An elderly monk travelling with a group of Buddhists as Prime Minister Narendra Modi’s messenger in Uttar Pradesh to woo Dalits ahead of the 2017 Assembly elections may not have stirred the targeted voters yet, but his yatra has evoked extreme indignation within his community.
Prominent monks in Gaya, Sarnath and Kushinagar – three most important centres of Buddhism in the region – are up in arms, calling the 77-year-old Bhante Dhamma Viriyo “a pariah”. They also say that the campaign he is leading is “part of a Brahmanical conspiracy” to defame Buddhism in the place of its birth.
The Dhamma Chetana Yatra, led by Dhamma Viriyo, is being monitored directly by the Prime Minister’s Office. The yatra, which was flagged off on April 24 at Sarnath by Home Minister Rajnath Singh, is scheduled to pass through Dalit localities and Buddhist centres in Uttar Pradesh over the next six months spreading Modi’s views on Buddhism and Dr BR Ambedkar.
Although the yatra is being projected as a religious exercise by Buddhists, its central motive is to woo Dalit voters – whose allegiance to Ambedkar and inclination towards Buddhism are well known – to the Bharatiya Janata Party.
A controversial messenger
“It would be stupid to pretend what Dhamma Viriyo is doing will not affect the image of Buddhism,” said Bhante Pragyadeep, the general secretary of the All India Bhikhu Sangh, one of the oldest pan-India societies of Buddhist monks, who spoke to Scroll.in over the phone from Bodh Gaya. “The depressed classes have great respect for Buddhism. I don’t know whether he would succeed in making Dalits vote for Modi in the UP elections. But I do know that he will bring, in the process, a very bad name for Buddhism.”
Starting 2004, Dhamma Viriyo was the general secretary of the Bhikhu Sangh for almost a decade. In 2011, the Ministry of Culture charged him with misutilising grants and not maintaining proper accounts for the organisation.
“In 2013, he was literally forced to leave the post,” said Pragyadeep, who succeeded Dhamma Viriyo as general secretary of the society. “The charges against him were so serious that he had become unfit to lead Buddhist monks.”
Dhamma Viriyo has faced serious charges of misappropriation of funds in the past too. For instance, in 1983, the Darjeeling police registered a case against him under Section 409 of the Indian Penal Code for having committed criminal breach of trust by misappropriating government grants meant for a destitute home he ran during the late 1970s and early 1980s. He was put behind bars for about a month in this case.
He shot to fame in 2000, when for a brief period – from March to November – he became a member of the Rajya Sabha representing the Rashtriya Janata Dal. But the RJD expelled him after he joined a rebellion.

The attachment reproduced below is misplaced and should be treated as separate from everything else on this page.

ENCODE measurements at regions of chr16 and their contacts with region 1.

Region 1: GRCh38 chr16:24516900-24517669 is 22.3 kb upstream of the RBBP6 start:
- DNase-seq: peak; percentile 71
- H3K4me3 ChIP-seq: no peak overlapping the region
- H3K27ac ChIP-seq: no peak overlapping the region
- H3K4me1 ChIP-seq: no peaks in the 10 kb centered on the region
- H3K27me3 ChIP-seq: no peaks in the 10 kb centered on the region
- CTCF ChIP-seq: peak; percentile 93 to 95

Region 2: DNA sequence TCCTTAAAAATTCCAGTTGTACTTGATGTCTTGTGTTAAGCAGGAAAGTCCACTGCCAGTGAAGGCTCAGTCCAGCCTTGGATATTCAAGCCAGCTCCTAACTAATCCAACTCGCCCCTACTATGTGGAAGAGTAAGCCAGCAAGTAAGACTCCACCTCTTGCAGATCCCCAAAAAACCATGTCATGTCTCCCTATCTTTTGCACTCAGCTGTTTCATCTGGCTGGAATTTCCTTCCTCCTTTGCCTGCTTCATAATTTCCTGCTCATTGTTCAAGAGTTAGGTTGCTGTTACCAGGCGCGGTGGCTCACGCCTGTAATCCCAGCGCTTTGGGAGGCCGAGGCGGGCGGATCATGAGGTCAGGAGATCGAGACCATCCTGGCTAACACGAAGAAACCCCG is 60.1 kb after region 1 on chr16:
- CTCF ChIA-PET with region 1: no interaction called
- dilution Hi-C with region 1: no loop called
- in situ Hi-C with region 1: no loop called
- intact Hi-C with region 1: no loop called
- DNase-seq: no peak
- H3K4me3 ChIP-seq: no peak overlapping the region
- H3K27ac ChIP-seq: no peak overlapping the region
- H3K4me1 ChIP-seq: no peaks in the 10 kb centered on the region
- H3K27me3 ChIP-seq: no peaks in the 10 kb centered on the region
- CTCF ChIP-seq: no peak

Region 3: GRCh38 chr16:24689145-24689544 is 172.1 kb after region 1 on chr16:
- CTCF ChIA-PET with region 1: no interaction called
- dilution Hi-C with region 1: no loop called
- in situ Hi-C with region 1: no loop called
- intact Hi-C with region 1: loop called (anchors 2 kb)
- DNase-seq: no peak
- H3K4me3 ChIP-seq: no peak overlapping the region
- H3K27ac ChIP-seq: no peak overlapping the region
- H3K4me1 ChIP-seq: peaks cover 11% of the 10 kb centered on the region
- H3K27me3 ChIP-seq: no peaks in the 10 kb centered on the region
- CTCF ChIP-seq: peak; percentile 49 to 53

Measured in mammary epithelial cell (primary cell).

Buddhist monks are scathing with reference to Dhamma Viriyo’s attempts to canvass for the BJP.
“A few months back he met Modi, and now he has become a pawn in his hand unmindful of the fact that his act would discredit Buddhism,” said Bhante Priyapal, another prominent Buddhist monk based in Bodh Gaya.
Bhante Chandrima, a senior monk at Sarnath and chairman of the Lucknow-based International Buddhist Research Centre, called Dhamma Viriyo a “pariah who is out to destroy Buddhism.”
The monk added: “He has become part of the larger Brahmanical conspiracy that has been working against Buddhism in India for centuries. This time the attempt is to wipe out Buddhism by aligning it with Brahmanism.”
Chandrima also likened Dhamma Viriyo to Asaram Bapu, the self-styled godman in jail accused of rape. “Every religion has its own Asaram Bapu. This man who is roaming around in Buddhist robes is ours. Everybody knows this, and that is why nobody trusts him.”
Kushinagar-based senior monk Bhante Nand Ratan said that Dhamma Viriyo’s campaign showed the extent to which spiritualism had evaporated from the monk’s life. “It also shows Modi’s empathy towards Buddhism,” said Nand Ratan. “Both are dangerously wrong. Buddhism cannot be used as a political tool.”
Nevertheless, Dhamma Chetana Yatra has already travelled through several districts of eastern Uttar Pradesh. “The first phase of the yatra will continue till June 5,” said RK Anand, the chief coordinator of the yatra. “In the second phase of the yatra, which will begin on June 11 and continue till August 14, we will cover most of western Uttar Pradesh. In the third and final phase, which will begin on August 19, the yatra will pass through Bundelkhand and central districts of the state culminating in a public meeting at Lucknow on October 14.”
Anand said that Modi is likely to address the meeting on October 14, which is the day Ambedkar converted to Buddhism in 1956.
On the ground, however, the yatra is not progressing that smoothly, said Chandrima. “The public response to the entire initiative is not positive at all,” he said. “There were protests at Azamgarh and Jaunpur, and at Sonbhadra, the locals forced Dhamma Viriyo and his gang to flee.”
At Kushinagar, Dhamma Viriyo’s function on May 22 was boycotted by local Buddhist monks, said Nand Ratan.
Even before starting the yatra, Dhamma Viriyo met with unusual resistance at Bodh Gaya, where he had organised a meeting on March 27 to mobilise Buddhist monks in favour of his campaign. “He was booed and shouted at, and forced to leave the meeting midway,” said Pragyadeep.